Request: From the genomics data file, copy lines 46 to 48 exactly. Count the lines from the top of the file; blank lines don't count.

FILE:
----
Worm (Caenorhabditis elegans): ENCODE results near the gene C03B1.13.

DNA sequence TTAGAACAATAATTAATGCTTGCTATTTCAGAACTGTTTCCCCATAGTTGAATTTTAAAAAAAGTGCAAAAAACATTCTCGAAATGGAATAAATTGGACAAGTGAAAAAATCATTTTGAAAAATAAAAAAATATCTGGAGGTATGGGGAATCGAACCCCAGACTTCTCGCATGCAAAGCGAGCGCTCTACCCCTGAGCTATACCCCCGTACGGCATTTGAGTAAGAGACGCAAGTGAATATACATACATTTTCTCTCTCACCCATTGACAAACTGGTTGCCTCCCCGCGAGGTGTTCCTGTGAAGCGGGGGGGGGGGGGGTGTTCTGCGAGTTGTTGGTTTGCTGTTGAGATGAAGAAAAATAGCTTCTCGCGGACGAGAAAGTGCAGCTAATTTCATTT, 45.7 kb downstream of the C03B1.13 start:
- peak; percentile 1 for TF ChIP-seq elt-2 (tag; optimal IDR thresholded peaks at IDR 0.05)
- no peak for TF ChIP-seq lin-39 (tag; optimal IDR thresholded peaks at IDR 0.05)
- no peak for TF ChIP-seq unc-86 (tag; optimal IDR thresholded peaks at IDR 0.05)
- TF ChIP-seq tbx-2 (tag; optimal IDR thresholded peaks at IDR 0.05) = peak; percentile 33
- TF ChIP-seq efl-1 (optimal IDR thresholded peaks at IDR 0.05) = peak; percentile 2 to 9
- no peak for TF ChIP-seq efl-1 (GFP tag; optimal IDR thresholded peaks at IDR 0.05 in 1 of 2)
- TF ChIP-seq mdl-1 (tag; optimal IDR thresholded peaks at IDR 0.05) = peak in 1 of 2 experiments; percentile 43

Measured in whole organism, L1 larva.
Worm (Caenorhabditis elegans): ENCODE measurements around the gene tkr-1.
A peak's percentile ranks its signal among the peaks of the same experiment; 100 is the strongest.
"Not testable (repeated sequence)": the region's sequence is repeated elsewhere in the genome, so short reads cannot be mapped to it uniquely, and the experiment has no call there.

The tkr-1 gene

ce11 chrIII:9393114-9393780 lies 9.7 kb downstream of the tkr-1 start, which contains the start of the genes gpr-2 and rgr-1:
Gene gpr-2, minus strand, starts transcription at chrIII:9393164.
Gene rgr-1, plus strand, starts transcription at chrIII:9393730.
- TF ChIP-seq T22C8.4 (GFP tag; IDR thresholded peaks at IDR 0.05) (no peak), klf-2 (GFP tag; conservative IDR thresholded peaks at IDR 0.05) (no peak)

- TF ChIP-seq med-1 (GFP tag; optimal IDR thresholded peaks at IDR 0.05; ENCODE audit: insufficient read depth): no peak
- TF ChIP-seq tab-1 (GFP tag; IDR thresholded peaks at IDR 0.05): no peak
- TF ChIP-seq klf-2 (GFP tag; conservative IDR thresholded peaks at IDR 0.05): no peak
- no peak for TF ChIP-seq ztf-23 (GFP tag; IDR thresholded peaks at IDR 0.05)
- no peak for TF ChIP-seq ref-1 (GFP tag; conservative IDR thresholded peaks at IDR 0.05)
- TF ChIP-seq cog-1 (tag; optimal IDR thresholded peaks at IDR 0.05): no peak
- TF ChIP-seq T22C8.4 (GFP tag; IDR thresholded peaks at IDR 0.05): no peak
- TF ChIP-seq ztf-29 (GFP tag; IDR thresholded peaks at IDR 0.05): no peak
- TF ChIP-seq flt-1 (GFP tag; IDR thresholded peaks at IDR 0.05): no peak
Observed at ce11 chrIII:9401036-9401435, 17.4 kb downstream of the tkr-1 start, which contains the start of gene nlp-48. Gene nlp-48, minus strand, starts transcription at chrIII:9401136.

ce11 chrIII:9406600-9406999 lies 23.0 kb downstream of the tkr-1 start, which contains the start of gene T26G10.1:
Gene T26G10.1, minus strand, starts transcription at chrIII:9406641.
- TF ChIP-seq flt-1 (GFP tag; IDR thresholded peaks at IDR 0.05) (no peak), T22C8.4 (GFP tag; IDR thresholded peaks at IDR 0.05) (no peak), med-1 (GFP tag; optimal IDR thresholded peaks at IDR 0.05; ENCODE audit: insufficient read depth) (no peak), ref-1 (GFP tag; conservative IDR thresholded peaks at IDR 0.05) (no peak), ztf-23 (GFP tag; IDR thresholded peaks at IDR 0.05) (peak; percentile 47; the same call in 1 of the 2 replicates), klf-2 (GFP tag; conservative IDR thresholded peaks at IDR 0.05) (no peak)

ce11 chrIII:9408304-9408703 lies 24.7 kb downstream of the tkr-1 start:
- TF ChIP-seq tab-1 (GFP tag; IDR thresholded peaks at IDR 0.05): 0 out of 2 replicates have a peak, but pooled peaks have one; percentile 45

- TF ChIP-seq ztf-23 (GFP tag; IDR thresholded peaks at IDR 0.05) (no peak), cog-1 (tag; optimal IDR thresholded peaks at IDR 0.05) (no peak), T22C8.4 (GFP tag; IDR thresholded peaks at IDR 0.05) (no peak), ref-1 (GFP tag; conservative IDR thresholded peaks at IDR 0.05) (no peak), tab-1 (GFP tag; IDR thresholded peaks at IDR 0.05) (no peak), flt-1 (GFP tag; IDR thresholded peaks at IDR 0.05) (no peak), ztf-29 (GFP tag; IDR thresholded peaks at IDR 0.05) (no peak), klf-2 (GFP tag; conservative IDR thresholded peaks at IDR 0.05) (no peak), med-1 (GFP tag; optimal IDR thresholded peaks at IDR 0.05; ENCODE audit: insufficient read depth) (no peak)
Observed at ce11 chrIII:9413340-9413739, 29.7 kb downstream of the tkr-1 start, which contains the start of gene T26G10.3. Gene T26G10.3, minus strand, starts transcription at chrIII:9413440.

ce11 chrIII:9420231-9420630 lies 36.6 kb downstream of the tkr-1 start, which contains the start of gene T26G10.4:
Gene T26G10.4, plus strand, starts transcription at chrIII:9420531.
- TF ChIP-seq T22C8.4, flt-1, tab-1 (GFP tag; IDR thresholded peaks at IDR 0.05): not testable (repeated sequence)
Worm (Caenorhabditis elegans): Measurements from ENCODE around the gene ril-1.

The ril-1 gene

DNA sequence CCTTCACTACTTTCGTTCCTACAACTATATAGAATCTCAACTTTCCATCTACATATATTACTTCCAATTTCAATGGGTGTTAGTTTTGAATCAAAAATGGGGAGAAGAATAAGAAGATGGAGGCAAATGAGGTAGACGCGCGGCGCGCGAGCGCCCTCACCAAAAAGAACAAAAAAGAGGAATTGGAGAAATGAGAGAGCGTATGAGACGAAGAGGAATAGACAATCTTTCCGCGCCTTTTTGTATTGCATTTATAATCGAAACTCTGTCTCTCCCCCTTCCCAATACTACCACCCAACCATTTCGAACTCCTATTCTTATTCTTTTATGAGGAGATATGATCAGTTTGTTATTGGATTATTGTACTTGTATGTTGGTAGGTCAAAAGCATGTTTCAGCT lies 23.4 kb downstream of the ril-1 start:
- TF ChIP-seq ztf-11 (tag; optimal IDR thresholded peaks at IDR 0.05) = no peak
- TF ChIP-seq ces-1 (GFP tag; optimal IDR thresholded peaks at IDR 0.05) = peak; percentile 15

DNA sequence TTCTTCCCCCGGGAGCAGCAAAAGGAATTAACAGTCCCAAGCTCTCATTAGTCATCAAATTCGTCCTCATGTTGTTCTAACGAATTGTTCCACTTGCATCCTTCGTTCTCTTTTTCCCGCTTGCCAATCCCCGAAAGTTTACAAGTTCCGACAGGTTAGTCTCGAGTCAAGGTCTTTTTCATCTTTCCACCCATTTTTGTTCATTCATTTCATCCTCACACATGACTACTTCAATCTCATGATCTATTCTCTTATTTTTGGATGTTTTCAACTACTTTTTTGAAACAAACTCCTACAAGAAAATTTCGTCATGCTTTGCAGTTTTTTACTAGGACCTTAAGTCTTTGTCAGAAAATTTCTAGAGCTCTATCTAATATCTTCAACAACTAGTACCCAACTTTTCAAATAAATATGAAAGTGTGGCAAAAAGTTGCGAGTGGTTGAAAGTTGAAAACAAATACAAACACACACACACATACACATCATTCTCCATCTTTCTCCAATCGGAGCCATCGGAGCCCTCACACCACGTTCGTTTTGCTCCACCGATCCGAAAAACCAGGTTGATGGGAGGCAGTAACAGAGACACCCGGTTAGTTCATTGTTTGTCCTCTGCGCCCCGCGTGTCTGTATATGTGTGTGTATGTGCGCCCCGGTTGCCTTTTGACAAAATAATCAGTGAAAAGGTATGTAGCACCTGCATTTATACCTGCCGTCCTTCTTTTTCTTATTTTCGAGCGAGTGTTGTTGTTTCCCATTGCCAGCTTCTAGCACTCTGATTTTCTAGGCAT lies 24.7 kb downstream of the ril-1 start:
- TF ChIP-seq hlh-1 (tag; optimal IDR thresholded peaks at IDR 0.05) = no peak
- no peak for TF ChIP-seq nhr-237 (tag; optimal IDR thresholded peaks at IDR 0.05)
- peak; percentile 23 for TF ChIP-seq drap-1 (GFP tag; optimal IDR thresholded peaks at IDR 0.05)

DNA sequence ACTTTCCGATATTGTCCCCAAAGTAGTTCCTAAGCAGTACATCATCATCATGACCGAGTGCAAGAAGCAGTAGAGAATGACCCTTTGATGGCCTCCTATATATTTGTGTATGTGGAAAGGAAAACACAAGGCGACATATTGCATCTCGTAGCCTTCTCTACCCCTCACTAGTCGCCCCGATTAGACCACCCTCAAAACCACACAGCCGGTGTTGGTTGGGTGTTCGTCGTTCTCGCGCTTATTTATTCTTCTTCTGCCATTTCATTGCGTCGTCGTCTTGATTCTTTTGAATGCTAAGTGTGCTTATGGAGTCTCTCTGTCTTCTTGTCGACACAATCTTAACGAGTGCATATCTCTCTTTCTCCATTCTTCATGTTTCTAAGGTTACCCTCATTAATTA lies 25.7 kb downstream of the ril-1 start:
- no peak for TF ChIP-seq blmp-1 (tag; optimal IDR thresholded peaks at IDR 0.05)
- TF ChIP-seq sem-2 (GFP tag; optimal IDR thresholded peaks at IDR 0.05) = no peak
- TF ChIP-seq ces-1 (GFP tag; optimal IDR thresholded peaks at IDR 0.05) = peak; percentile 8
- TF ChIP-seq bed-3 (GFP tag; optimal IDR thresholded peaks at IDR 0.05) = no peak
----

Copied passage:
- no peak for TF ChIP-seq nhr-237 (tag; optimal IDR thresholded peaks at IDR 0.05)
- peak; percentile 23 for TF ChIP-seq drap-1 (GFP tag; optimal IDR thresholded peaks at IDR 0.05)

DNA sequence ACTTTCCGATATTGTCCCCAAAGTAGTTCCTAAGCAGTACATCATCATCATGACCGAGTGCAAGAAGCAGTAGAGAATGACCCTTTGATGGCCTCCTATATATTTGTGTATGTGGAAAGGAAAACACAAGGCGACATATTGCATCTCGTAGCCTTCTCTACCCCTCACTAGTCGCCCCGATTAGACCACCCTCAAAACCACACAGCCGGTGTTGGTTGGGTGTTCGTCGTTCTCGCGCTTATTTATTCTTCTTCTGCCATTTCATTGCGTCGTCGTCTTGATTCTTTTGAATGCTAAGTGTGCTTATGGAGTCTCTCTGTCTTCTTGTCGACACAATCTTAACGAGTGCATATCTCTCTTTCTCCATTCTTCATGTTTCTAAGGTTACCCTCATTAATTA lies 25.7 kb downstream of the ril-1 start: